Katie Couric and the Gravitas Issue – UPDATED

Taking a break from his lengthy vacation Greg Kandra — who during his long career at CBS spent some time toiling on behalf of Katie Couric — argues that, despite charges of sexism, or Gail Collins’ weirdly bar-lowering, denial-laden praise (which declared that as long as Couric didn’t make it “worse” for women, she’d been a “total success”) Couric was simply a bad fit for the anchor’s desk, and that everyone seemed to know it but Couric herself, and Les Moonves. Noting with irony that the new theme music for the CBS Evening News had been composed by the same fellow who wrote the score for the movie The Titanic, Kandra writes:

Despite Les Moonves’ public contention that sexism was behind Couric’s pitiful ratings (he at one point even compared her to Jackie Robinson, which would have been laughable, had it not been so patently offensive), the problem for Katie—and for CBS News—was not her sex or her gender, but the kind of woman she represented.

. . . In the popular imagination, she wasn’t that far removed from Kelly Rippa or Mary Hart—and that was the problem . . . people took offense that the woman from the Thanksgiving Day Parade was sitting in a chair once occupied by Walter Cronkite. Despite some enterprising journalism—the interviews after Columbine, that courageous colonoscopy on national television—she was not considered “up to the job.” Some said outright that it was unearned.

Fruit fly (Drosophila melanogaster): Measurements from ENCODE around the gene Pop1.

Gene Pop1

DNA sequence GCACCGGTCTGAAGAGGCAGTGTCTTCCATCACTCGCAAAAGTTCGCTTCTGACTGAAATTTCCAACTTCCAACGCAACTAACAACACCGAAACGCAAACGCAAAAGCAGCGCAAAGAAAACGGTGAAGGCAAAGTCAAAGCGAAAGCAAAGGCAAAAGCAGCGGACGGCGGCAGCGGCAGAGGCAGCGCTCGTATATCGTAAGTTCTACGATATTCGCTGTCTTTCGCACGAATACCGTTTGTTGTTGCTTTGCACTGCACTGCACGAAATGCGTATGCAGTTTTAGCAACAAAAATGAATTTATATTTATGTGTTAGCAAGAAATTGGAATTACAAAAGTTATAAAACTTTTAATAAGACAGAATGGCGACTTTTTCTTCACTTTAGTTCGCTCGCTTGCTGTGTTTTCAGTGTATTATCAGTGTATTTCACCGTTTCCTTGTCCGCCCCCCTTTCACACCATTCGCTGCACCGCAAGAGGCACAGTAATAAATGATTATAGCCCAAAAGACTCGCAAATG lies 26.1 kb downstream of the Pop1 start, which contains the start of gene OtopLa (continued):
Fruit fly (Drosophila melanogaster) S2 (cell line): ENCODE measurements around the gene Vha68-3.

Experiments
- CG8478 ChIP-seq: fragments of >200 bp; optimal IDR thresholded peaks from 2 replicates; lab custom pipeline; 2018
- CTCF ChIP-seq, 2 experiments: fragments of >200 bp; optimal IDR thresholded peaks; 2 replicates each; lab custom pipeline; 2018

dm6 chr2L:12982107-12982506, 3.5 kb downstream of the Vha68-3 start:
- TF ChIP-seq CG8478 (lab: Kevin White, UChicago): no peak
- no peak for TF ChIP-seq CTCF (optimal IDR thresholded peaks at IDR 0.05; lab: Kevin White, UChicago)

She was perceived as lacking gravitas. While Kandra acknowledges the unfair double-standard that puts much more emphasis on a woman’s appearance than on a man’s, he suggests that Katie Couric did not do much to help herself, when she insisted on playing cute:

Katie got in the habit of sitting on the anchor desk at the end of the show every Friday to say goodnight. Some viewers were horrified—I remember one who compared this posture to “acting like a sexy secretary from the ’50s”—but Katie thought it was fun. She kept doing it until the president of the news division intervened.